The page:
(Below) Our herb selection is extensive.

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(Below) We have a robust selection of citrus fruit in tree and bush forms, dwarfs, too.

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(Below) Banana

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(Below) Papaya

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(Below) CJ helps a customer with their plant selections. Ask CJ, Steve or Roger for help. They’re our plant professionals and design experts.

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(Below) Blueberries are in season, and we have them in stock in different varieties.

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(Below) Plant lovers find a bunch of unusual and hard-to-find vegetables and herbs.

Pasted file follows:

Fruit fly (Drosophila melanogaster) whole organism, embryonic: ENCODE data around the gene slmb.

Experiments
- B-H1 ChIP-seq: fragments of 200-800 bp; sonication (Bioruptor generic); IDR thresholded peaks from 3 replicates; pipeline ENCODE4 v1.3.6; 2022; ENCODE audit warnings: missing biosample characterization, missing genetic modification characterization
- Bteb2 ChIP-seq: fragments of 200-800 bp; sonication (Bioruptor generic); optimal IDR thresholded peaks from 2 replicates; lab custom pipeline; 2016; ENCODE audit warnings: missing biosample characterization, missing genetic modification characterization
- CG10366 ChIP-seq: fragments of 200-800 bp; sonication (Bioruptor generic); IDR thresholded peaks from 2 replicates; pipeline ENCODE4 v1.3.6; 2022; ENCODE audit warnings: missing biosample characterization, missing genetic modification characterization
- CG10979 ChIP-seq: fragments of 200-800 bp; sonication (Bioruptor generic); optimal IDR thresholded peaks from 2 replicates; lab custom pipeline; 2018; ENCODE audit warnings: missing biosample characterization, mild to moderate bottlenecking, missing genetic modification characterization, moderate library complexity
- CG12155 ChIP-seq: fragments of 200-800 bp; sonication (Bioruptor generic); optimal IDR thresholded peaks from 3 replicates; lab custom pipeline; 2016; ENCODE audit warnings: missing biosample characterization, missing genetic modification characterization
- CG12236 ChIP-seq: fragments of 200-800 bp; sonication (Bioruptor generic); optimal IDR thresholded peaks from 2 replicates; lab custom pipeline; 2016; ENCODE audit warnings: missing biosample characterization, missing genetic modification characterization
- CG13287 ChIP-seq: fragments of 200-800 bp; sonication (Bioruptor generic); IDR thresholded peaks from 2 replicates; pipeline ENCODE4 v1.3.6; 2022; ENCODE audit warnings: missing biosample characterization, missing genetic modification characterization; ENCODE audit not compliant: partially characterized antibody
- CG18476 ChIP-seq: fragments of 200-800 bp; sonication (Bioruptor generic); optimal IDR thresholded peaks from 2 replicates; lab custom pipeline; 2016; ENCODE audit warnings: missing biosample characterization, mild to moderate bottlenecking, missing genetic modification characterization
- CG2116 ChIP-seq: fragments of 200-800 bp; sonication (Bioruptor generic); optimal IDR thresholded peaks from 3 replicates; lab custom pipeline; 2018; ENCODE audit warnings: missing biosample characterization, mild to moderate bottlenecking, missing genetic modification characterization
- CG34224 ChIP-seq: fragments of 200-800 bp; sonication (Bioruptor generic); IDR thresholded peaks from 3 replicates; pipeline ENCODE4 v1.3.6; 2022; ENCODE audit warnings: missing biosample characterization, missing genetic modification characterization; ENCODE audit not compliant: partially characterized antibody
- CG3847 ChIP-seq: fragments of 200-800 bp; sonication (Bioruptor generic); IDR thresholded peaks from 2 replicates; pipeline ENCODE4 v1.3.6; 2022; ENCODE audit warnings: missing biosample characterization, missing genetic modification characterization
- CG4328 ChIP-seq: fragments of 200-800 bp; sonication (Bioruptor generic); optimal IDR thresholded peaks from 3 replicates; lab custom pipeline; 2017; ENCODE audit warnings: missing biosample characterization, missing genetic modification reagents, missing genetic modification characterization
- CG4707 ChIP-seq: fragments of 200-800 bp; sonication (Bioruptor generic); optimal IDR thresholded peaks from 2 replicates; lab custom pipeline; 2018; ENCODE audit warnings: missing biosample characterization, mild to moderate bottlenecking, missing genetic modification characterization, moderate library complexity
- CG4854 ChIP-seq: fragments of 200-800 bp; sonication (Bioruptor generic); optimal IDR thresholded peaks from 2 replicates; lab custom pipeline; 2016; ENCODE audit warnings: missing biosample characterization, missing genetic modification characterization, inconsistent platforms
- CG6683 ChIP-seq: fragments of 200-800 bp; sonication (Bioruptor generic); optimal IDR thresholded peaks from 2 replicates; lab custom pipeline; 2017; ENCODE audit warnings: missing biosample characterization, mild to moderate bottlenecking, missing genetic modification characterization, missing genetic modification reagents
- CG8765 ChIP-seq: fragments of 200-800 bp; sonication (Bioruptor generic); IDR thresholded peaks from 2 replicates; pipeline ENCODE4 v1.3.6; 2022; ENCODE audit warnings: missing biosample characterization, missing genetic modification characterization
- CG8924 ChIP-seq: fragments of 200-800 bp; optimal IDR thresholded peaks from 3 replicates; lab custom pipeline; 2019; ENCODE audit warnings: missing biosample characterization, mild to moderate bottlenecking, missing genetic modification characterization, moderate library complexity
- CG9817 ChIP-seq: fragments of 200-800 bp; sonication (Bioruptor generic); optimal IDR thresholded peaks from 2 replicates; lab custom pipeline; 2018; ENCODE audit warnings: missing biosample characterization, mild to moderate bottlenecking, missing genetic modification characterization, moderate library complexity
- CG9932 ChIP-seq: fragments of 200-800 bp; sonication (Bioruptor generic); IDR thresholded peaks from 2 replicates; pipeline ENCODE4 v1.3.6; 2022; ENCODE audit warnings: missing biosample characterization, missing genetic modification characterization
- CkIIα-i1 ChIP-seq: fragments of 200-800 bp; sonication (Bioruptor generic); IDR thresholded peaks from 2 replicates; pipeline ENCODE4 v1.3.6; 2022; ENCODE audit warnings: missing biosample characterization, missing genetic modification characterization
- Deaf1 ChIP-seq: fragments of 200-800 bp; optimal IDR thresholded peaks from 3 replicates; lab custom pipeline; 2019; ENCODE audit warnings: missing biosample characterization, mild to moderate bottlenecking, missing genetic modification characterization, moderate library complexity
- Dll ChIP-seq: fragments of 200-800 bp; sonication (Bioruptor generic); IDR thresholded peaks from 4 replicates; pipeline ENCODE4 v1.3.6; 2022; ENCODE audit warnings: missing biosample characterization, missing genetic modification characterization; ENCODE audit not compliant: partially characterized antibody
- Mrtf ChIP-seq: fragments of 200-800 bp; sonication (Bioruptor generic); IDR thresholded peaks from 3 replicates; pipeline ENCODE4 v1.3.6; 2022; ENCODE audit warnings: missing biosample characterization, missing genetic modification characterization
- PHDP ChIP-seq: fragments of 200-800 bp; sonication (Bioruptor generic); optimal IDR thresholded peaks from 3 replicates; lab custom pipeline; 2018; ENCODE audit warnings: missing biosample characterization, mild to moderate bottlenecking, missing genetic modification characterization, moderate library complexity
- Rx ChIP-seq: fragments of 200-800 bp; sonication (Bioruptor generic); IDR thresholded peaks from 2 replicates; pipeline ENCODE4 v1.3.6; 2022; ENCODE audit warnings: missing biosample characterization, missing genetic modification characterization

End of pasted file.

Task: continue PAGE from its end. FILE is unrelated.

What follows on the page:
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(Below) Artichokes

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(Below) Our redwood raised garden beds are great for planting your edible garden!

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(Below) A few of the wonders of the garden: Sage, Mint, Oregano, Tomatoes, Peppers. Lavender, Basil, Rosemary.

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Edible Gardens: Citrus, Peach, Plum, Apricot, Apple, Persimmon Trees, Blueberry Bushes, Grape Vines, Vegetables and Herbs

Lemons, limes, grapefruit. Oranges, tangerines. Who doesn’t love the refreshing flavors of these Vitamin C rich juicy fruits, especially during summer when the heat is on!


At a time when citrus is hard to find, we received a delivery of more than 150 of the best citrus trees and shrubs around late last week.

And we also have Peach, Apricot, Apple, Plum, and Persimmon Trees, along with other great edibles, including tomatoes, blueberries, grapes, thyme, oregano, hot peppers, melons and much more.